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  • Writer's picturegeoff

American English Vowels Are Giving You An Accent! So, You Need Minimal Pairs!

"Kept", "cop", "cup", "cope", "keep", "cape", "coop", "cat":

When you say these words, do any of them sound the same or very similar? Unfortunately, that is not a good sign!

One of the key differences between American English and other languages is that, while other languages focus heavily on consonant sounds like b, c, d, f, g..., American English heavily focuses on vowels.

It's way if you say "still" like "steel", your listener may look at you confused, though they sound the same to you! The reality is that to native American English speakers, those sounds are completely different and cannot be changed.

You may be wondering then about how to start hearing the difference and pronouncing it differently (in fact, that's one of my favorite benefits of studying pronunciation--you will notice that your listening will actually improve first as your ear starts adjusting to noticing the difference between sounds. This is called "noticing": you cannot easily pronounce a sound that you cannot hear, so it is often the first step).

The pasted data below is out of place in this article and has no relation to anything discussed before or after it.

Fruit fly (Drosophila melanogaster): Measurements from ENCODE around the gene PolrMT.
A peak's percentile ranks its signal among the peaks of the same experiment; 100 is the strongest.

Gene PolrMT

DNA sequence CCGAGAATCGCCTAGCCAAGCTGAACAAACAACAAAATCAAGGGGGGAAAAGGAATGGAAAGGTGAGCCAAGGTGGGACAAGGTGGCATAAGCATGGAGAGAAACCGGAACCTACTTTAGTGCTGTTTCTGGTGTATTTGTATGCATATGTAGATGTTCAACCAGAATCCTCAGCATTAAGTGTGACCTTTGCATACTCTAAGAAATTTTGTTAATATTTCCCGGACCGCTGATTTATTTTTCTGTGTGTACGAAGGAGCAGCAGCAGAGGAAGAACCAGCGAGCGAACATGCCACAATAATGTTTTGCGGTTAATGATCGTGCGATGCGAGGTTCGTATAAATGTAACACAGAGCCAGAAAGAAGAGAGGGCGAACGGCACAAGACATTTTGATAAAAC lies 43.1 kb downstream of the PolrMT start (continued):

One of the best exercises to do to improve your American English vowel sounds (or any sounds you find confusing), is to study minimal pairs! Minimal pairs are groups of sounds that are similar and may be commonly confused.

"Still" and "steel" are minimal pairs in English.

"Head" and "had".

"Low" and "law".

"Past" and "pest".

Do you say any of these the same way? Maybe you even say all of them the same! But again, for American English native speakers, these will all sound different.

To get started working on your American English vowel sounds with minimal pairs, here is a video to get you started! Go slowly, identify the most difficult sounds, and start targeting those weaknesses!

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